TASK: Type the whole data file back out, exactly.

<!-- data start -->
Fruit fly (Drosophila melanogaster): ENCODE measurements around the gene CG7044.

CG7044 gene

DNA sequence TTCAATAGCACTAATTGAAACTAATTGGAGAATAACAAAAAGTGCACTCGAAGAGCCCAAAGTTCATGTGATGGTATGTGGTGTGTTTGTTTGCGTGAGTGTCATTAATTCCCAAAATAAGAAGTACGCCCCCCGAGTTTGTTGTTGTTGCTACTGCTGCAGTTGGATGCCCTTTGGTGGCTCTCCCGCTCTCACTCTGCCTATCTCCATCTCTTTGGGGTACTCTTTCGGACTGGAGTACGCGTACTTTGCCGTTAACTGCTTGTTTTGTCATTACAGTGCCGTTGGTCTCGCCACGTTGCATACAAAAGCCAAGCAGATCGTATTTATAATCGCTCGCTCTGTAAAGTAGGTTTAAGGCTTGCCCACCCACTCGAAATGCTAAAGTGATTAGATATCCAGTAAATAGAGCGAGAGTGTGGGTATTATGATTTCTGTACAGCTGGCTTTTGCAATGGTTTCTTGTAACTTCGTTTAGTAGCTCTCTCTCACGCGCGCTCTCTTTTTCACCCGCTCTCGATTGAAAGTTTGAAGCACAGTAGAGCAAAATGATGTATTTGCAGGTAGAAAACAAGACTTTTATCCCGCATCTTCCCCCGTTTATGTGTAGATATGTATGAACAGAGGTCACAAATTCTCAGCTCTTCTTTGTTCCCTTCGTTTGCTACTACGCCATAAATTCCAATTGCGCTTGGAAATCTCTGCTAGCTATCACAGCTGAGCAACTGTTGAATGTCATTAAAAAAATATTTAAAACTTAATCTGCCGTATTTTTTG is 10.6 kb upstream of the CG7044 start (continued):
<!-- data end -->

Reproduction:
Fruit fly (Drosophila melanogaster): ENCODE measurements around the gene CG7044.

CG7044 gene

DNA sequence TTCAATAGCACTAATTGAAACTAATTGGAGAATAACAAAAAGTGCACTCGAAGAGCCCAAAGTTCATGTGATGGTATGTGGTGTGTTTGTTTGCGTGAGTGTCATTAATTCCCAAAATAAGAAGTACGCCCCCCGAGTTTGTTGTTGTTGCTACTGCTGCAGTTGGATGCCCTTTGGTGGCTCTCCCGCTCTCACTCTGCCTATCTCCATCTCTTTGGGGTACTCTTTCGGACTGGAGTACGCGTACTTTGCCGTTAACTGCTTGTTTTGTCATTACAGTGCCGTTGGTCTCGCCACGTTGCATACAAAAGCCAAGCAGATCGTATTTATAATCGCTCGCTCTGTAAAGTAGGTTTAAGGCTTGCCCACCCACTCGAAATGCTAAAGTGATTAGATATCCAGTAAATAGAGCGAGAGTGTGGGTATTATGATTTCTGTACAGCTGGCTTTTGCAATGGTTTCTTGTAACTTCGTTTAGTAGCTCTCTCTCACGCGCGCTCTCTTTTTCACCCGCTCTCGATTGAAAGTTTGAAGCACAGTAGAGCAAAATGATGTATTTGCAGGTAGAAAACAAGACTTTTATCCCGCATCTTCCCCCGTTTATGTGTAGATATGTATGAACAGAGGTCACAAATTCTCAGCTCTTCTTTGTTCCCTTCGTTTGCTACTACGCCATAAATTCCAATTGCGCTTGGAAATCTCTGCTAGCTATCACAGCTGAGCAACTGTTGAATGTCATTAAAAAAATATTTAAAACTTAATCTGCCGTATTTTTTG is 10.6 kb upstream of the CG7044 start (continued):